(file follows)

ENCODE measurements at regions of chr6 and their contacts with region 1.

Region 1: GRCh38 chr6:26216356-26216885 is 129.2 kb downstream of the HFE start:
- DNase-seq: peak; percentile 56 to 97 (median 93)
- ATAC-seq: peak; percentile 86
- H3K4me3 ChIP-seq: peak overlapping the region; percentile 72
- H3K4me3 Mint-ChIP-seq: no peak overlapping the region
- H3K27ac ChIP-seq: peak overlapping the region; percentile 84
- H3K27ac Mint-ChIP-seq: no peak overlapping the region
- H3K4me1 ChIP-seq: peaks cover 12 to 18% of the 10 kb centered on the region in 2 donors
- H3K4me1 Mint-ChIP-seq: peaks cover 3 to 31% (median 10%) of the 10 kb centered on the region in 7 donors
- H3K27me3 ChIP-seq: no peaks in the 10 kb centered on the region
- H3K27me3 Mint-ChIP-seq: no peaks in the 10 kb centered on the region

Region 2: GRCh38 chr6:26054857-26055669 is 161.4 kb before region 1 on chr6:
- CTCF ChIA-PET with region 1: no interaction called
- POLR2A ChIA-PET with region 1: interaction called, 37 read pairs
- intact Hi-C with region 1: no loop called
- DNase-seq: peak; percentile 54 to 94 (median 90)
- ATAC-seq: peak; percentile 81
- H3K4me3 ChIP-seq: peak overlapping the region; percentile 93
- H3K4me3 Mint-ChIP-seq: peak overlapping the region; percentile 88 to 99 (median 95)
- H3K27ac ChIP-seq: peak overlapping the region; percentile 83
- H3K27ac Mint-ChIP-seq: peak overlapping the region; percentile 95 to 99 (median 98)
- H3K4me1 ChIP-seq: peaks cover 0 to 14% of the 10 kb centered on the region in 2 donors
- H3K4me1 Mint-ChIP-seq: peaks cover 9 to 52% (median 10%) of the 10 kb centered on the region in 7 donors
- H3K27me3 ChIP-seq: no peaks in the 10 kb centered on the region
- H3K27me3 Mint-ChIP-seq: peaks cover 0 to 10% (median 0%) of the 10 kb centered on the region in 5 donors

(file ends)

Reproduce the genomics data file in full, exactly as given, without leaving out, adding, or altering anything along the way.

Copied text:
ENCODE measurements at regions of chr6 and their contacts with region 1.

Region 1: GRCh38 chr6:26216356-26216885 is 129.2 kb downstream of the HFE start:
- DNase-seq: peak; percentile 56 to 97 (median 93)
- ATAC-seq: peak; percentile 86
- H3K4me3 ChIP-seq: peak overlapping the region; percentile 72
- H3K4me3 Mint-ChIP-seq: no peak overlapping the region
- H3K27ac ChIP-seq: peak overlapping the region; percentile 84
- H3K27ac Mint-ChIP-seq: no peak overlapping the region
- H3K4me1 ChIP-seq: peaks cover 12 to 18% of the 10 kb centered on the region in 2 donors
- H3K4me1 Mint-ChIP-seq: peaks cover 3 to 31% (median 10%) of the 10 kb centered on the region in 7 donors
- H3K27me3 ChIP-seq: no peaks in the 10 kb centered on the region
- H3K27me3 Mint-ChIP-seq: no peaks in the 10 kb centered on the region

Region 2: GRCh38 chr6:26054857-26055669 is 161.4 kb before region 1 on chr6:
- CTCF ChIA-PET with region 1: no interaction called
- POLR2A ChIA-PET with region 1: interaction called, 37 read pairs
- intact Hi-C with region 1: no loop called
- DNase-seq: peak; percentile 54 to 94 (median 90)
- ATAC-seq: peak; percentile 81
- H3K4me3 ChIP-seq: peak overlapping the region; percentile 93
- H3K4me3 Mint-ChIP-seq: peak overlapping the region; percentile 88 to 99 (median 95)
- H3K27ac ChIP-seq: peak overlapping the region; percentile 83
- H3K27ac Mint-ChIP-seq: peak overlapping the region; percentile 95 to 99 (median 98)
- H3K4me1 ChIP-seq: peaks cover 0 to 14% of the 10 kb centered on the region in 2 donors
- H3K4me1 Mint-ChIP-seq: peaks cover 9 to 52% (median 10%) of the 10 kb centered on the region in 7 donors
- H3K27me3 ChIP-seq: no peaks in the 10 kb centered on the region
- H3K27me3 Mint-ChIP-seq: peaks cover 0 to 10% (median 0%) of the 10 kb centered on the region in 5 donors